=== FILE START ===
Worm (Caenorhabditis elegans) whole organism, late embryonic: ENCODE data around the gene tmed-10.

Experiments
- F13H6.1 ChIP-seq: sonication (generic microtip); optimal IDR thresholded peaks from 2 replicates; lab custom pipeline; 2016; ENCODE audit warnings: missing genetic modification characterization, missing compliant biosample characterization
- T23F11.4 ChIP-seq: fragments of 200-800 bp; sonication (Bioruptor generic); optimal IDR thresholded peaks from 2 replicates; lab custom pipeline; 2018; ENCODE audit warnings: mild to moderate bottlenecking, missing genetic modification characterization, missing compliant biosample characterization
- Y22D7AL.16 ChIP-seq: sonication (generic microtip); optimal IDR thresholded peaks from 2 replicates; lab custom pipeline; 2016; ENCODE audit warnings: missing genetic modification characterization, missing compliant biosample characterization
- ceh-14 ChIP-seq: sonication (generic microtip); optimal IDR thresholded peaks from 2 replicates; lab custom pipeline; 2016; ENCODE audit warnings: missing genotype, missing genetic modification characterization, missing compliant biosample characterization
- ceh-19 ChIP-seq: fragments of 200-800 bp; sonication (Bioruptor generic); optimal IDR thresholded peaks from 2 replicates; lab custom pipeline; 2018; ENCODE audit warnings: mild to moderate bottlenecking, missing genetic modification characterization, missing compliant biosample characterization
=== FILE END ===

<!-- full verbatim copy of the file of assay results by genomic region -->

Worm (Caenorhabditis elegans) whole organism, late embryonic: ENCODE data around the gene tmed-10.

Experiments
- F13H6.1 ChIP-seq: sonication (generic microtip); optimal IDR thresholded peaks from 2 replicates; lab custom pipeline; 2016; ENCODE audit warnings: missing genetic modification characterization, missing compliant biosample characterization
- T23F11.4 ChIP-seq: fragments of 200-800 bp; sonication (Bioruptor generic); optimal IDR thresholded peaks from 2 replicates; lab custom pipeline; 2018; ENCODE audit warnings: mild to moderate bottlenecking, missing genetic modification characterization, missing compliant biosample characterization
- Y22D7AL.16 ChIP-seq: sonication (generic microtip); optimal IDR thresholded peaks from 2 replicates; lab custom pipeline; 2016; ENCODE audit warnings: missing genetic modification characterization, missing compliant biosample characterization
- ceh-14 ChIP-seq: sonication (generic microtip); optimal IDR thresholded peaks from 2 replicates; lab custom pipeline; 2016; ENCODE audit warnings: missing genotype, missing genetic modification characterization, missing compliant biosample characterization
- ceh-19 ChIP-seq: fragments of 200-800 bp; sonication (Bioruptor generic); optimal IDR thresholded peaks from 2 replicates; lab custom pipeline; 2018; ENCODE audit warnings: mild to moderate bottlenecking, missing genetic modification characterization, missing compliant biosample characterization